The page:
—Kura Oncology (NASDAQ: KURA), which is developing drugs for cancers with specific genetic signatures, discontinued development of one of its three clinical-stage assets after a review of its pipeline in light of the pandemic.
—Kala Pharmaceuticals (NASDAQ: KALA) resubmitted its application to the FDA for its product candidate for the short-term treatment of the signs and symptoms of dry eye disease. If it gets the OK, the company plans to launch the drug this year.
—Apotex is paying $24.1 million to resolve a US Department of Justice probe alleging that the Canadian generic drug maker fixed the price of cardiovascular drug pravastatin.
—Swiss biopharma Ferring Pharmaceuticals subsidiary Rebiotix announced its microbiome-based therapy had met the main goal of a Phase 3 trial testing the treatment against recurrences of Clostridioides difficile, or C. diff, infection.
— Axcella Health (NASDAQ: AXLA) reported data from a study assessing the effect of two of its investigational compounds on the liver. Both of them beat a placebo but AXA1125 was better, and the company selected that one as the therapeutic candidate it will continue to develop for nonalcoholic steatohepatitis.
—Milan, Italy-based Newron Pharmaceuticals stopped development of sarizotan after a pivotal test of the drug in Rett syndrome failed to meet the study’s primary or secondary goals.
—Sanofi (NYSE: SNY) and Regeneron Pharmaceuticals (NASDAQ: REGN) reported their jointly developed PD-1 inhibitor cemiplimab (Libtayo) demonstrated clinically meaningful and durable responses in patients with advanced basal cell carcinoma. The companies plan to submit the drug to the FDA for review this year.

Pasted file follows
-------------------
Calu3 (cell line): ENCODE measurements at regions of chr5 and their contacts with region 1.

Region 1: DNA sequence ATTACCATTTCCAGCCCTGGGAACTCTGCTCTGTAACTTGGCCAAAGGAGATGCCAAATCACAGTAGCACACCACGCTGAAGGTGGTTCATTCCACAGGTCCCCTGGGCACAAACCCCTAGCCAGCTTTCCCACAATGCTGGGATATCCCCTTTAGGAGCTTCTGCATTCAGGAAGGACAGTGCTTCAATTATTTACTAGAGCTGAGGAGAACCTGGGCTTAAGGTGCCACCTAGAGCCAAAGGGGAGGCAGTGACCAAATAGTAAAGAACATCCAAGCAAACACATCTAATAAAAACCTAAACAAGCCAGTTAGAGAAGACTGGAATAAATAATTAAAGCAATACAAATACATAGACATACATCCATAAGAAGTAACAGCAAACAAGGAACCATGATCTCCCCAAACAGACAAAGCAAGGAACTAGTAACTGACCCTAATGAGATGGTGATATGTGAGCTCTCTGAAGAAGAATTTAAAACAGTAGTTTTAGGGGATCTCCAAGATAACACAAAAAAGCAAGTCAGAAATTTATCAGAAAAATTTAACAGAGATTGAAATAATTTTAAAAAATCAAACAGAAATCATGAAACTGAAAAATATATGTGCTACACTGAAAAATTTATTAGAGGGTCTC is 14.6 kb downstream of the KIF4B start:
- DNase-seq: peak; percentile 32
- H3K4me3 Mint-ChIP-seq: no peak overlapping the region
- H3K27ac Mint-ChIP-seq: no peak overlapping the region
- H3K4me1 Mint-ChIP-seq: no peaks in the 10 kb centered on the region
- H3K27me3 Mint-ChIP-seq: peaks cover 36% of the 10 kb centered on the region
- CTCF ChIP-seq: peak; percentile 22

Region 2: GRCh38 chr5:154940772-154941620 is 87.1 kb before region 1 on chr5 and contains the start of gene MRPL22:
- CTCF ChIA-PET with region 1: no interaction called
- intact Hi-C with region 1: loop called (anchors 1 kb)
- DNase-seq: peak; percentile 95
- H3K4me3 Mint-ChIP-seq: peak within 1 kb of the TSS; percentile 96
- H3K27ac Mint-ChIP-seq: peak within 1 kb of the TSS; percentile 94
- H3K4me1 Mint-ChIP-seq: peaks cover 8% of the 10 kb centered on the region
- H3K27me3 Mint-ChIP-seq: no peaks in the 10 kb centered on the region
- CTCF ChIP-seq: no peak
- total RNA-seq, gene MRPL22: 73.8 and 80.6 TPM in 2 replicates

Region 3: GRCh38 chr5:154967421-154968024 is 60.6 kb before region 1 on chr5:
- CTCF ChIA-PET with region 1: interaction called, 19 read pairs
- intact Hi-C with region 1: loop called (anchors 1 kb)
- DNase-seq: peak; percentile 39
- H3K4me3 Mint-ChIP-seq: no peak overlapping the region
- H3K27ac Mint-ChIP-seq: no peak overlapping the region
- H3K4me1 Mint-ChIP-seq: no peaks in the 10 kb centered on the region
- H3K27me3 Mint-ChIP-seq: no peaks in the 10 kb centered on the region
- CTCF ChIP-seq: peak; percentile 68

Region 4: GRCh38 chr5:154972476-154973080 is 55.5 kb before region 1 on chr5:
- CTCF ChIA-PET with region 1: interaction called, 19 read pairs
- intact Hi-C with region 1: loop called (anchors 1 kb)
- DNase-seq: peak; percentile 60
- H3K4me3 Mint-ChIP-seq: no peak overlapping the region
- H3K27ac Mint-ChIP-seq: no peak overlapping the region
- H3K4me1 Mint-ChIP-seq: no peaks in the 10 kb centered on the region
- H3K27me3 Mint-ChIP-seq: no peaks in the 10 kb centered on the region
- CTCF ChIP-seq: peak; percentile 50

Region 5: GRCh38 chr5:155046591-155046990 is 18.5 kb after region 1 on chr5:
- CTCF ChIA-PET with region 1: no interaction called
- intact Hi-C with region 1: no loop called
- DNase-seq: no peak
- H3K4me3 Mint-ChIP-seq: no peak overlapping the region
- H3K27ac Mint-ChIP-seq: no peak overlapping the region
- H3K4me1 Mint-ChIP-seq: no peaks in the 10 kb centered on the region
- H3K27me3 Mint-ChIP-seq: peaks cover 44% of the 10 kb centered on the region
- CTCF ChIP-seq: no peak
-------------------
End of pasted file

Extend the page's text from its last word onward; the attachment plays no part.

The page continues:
—New York-based TG Therapeutics (NASDAQ: TGTX) said a combination of umbralisib and ublituximab compared to obinutuzumab plus chlorambucil, a chemotherapy, in patients with previously untreated and relapsed/refractory chronic lymphocytic leukemia met the goal of a Phase 3 trial.
—Rare neurological disease drug developer Ovid Therapeutics (NASDAQ: OVID) said its investigational drug for males with Fragile X syndrome, an inherited form of intellectual disability and autism with no approved therapies, met the main goal of a Phase 2 trial.
COVID 19 R&D
—This week, the first US patients were dosed in a clinical trial testing a BioNTech (NASDAQ: BNTX) messenger RNA vaccine candidate for COVID-19. The German company is developing its vaccine in partnership with Pfizer (NYSE: PFE).
—The FDA granted emergency use authorization for a CRISPR-based COVID-19 diagnostic from Sherlock Biosciences. The Cambridge, MA-based company says its test provides results in about one hour.
—Late last week, the FDA granted emergency authorization for the Gilead Sciences (NASDAQ: GILD) drug remdesivir as a treatment for patients hospitalized with severe COVID-19 infections. The drug, in a Phase 3 trial, reduced median recovery time from the infection compared to a placebo.
—Vir Biotechnology (NASDAQ: VIR) and Alnylam Pharmaceuticals (NASDAQ: ALNY) have selected a development candidate for their investigational RNAi therapeutic for treatment and/or prevention of COVID-19. The companies say they plan to meet soon with the FDA to talk about advancing the drug candidate into human testing around the year’s end.
PEOPLE ON THE MOVE
Bruce Given, chief operating officer of Arrowhead Pharmaceuticals (NASDAQ: ARWR), retired… Kezar Life Sciences (NASDAQ: KZR) appointed Noreen Roth Henig as chief medical officer… Antibe Therapeutics hired Joseph Stauffer as chief medical officer… Tony Gibney joined FogPharma as chief financial and chief business officer… Akcea Therapeutics (NASDAQ: AKCA) appointed Carla Poulson to serve as chief human resources officer… Marc Uknis joined Gemini Therapeutics as chief medical officer… and Trovagene (NASDAQ: TROV), newly renamed as Cardiff Oncology, promoted Mark Erlander to CEO.
Sarah de Crescenzo contributed to this report.